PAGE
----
However, the authors also had patients in whom the BMI was less than 18.5 kg/m2. Such patients are clearly malnourished or catabolic and consequently have longer ICU stays, are unable to tolerate full treatment regimens, and experience a 40% to 60% greater frequency of complications in response to surgical/medical treatments. They also take longer to recover from operations, have higher readmission rates, and a twofold to threefold higher death rate than their well-nourished counterparts, thereby increasing costs by an estimated 75%. Complications, whether septic or nonseptic, significantly delay the resumption of oral intake and prolong hospitalization [11, 12]. Thus, a BMI of less than 18.5 kg/m2 spells trouble for the patient, the surgeon, the hospital administrator, and the insurance companys CEO . Alas, the finding of a normal BMI in the presence of an illness is therefore not as dependable a nutritional indicator as one would have wished.
Somewhat more useful preoperative predictable risk factors are those dependent on functional tests such as the inadequate oral nutrient intake period  or handgrip dynamometry . Although more predictive of poorer outcome, these tests are not always readily available compared with the ease of obtaining albumin. Unfortunately, albumin has an undeservedly bad reputation as not being a useful indicator, because of its long half-life and changes secondary to intrinsic hepatic disease. However, the practicing surgeon should be reassured of albumins practical usefulness in chronically ill patients. In 54,215 patients undergoing major noncardiac operations, a serum albumin less than 21 g/L was associated with a morbidity rate of 65% and a mortality of 29% . Albumin levels, it seems, can be accepted once more as a reliable predictor of surgical outcome: it is a relatively low-cost test and should be used more often as a prognostic tool to detect malnutrition and to identify the patient at risk of adverse surgical outcome. Thus, after 40 years of research the answer to the second question is that a constellation of clinical and biochemical indices, including albumin, are useful and informative preoperative tests in identifying the high-risk preoperative patient. Unfortunately, predicting risk still remains an art based on clinical experience, rather than an absolute science.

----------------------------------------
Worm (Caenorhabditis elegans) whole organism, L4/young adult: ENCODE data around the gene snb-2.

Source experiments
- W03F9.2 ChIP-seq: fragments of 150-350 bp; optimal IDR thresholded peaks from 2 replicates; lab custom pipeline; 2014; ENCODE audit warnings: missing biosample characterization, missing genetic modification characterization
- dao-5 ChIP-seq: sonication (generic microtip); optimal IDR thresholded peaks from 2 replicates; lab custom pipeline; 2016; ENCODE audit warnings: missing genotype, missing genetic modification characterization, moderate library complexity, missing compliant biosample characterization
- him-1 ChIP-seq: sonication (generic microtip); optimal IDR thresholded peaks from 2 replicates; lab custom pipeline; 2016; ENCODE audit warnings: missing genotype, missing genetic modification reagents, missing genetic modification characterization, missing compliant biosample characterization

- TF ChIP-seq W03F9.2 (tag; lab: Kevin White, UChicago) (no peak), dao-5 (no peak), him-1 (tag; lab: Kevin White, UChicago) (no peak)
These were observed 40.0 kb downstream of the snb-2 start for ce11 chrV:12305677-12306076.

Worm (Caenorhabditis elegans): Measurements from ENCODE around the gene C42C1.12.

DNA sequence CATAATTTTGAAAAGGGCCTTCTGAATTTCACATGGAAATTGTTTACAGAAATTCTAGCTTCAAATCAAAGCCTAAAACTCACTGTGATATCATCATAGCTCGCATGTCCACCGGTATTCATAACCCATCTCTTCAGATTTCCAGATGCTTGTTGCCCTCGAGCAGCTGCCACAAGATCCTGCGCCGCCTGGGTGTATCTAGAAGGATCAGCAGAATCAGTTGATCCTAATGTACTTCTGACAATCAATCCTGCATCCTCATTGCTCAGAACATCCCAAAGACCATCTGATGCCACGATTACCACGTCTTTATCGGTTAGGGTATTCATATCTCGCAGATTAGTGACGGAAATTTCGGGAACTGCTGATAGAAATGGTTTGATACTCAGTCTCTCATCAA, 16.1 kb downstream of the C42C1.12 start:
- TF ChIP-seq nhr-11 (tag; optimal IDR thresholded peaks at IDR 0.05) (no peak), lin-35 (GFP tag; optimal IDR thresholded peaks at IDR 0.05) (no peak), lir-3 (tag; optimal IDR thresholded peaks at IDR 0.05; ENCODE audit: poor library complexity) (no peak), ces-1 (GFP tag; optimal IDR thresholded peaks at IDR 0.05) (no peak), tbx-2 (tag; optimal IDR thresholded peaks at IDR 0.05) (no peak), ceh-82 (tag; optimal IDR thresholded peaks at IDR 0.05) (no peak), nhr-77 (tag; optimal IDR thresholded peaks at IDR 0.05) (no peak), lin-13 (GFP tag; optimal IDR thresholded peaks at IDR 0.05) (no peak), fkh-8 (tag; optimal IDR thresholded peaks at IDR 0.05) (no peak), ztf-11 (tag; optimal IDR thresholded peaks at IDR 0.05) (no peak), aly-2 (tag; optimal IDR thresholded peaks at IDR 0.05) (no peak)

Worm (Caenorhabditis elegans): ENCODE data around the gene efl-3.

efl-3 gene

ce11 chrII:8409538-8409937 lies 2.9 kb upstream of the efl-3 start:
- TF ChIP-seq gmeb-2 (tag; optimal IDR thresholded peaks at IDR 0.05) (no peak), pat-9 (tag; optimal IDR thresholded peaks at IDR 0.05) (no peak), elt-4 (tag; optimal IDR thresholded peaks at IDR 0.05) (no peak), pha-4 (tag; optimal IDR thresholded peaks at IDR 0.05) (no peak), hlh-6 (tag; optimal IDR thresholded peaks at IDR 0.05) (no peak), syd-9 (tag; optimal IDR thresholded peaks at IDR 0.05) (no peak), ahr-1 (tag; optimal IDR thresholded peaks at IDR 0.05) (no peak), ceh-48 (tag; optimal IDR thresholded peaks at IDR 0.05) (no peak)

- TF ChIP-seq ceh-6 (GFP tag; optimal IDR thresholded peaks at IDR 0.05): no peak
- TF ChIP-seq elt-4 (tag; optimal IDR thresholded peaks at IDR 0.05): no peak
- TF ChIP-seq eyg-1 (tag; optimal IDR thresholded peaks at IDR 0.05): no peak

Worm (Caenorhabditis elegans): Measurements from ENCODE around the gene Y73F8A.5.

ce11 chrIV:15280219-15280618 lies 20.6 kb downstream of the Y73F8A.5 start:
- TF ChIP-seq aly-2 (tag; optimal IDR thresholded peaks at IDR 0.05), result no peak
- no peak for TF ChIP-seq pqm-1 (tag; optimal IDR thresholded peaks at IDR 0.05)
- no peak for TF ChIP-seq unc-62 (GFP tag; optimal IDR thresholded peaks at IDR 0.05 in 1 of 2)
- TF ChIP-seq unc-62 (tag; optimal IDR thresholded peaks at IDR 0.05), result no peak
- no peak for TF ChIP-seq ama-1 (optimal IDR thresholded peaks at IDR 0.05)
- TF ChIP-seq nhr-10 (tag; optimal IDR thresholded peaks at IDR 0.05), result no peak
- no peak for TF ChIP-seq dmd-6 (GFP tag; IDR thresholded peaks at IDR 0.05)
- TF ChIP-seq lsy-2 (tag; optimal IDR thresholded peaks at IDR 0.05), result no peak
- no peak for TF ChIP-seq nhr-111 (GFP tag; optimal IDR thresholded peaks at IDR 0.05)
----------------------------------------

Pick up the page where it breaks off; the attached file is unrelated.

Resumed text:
The two related questions discussed above are closely linked to a third and more controversial issue, one not addressed by the authors. How can outcome be improved? Numerous studies done during the past 30 years show both the beneficial and detrimental effects of preoperative and postoperative nutritional support on reducing surgical complications including death . These seemingly conflicting results arise from a number of assumptions concerning the properties and the use of nutritional support, particularly total parenteral nutrition (TPN). The majority of data upon which we now tend to base our nutritional support practice were generated over a decade ago. At that time the concept of "more is better" generally prevailed. Thus, not only was the predominant caloric component one of high glucose concentration, wherein hypoglycemia inhibits immune function, but nutritional support was given inappropriately to well-nourished patients. Furthermore, most controlled studies focused on the risk-laden TPN and provided too many calories. Repeating such studies today would be cost-prohibitive and would face the ethical dilemma of withholding nutritional support to the control group.